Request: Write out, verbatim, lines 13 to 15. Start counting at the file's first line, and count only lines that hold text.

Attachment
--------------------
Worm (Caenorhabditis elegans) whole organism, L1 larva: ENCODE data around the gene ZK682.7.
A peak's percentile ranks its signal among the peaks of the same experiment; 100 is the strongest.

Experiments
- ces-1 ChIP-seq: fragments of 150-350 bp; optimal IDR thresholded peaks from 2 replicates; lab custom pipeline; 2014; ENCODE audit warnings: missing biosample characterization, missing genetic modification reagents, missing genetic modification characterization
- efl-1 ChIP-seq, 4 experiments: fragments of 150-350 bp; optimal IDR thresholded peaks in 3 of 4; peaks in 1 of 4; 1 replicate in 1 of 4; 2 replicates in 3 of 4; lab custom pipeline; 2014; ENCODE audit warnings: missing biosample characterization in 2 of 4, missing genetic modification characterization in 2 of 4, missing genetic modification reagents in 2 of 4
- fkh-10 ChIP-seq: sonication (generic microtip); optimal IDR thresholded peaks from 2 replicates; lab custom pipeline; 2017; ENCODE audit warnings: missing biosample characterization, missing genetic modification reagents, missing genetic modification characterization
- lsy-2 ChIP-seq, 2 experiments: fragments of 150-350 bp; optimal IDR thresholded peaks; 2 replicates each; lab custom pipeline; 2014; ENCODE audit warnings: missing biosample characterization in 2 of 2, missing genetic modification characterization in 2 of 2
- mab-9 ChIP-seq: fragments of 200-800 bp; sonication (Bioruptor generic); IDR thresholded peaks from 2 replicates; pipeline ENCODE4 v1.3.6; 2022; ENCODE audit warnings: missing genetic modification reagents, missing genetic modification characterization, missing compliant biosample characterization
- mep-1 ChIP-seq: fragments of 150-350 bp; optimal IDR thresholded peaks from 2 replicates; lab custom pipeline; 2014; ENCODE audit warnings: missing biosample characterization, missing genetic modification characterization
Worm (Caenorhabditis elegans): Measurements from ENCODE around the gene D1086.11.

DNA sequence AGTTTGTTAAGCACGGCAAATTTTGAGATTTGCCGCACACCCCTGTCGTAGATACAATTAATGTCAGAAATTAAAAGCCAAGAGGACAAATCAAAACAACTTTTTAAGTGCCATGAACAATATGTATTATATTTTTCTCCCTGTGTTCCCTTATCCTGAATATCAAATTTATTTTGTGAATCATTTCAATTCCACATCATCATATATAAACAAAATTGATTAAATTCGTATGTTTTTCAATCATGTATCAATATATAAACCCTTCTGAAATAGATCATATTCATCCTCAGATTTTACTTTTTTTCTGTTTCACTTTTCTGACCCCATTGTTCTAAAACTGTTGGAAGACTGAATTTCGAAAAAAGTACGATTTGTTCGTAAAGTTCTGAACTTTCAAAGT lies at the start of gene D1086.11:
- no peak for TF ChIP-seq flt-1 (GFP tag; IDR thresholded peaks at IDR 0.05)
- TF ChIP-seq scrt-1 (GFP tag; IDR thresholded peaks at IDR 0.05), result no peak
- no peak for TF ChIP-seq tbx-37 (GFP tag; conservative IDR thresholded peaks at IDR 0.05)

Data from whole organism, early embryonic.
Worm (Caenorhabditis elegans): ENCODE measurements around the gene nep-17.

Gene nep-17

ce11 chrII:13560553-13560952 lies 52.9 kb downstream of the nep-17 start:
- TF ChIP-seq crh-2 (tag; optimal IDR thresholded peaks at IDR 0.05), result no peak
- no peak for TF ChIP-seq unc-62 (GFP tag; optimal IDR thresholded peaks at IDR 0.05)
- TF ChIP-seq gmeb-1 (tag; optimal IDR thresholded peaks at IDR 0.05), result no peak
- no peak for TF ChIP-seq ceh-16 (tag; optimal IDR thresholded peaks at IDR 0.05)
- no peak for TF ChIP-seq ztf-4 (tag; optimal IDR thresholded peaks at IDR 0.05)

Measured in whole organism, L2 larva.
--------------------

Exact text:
- TF ChIP-seq scrt-1 (GFP tag; IDR thresholded peaks at IDR 0.05), result no peak
- no peak for TF ChIP-seq tbx-37 (GFP tag; conservative IDR thresholded peaks at IDR 0.05)

Data from whole organism, early embryonic.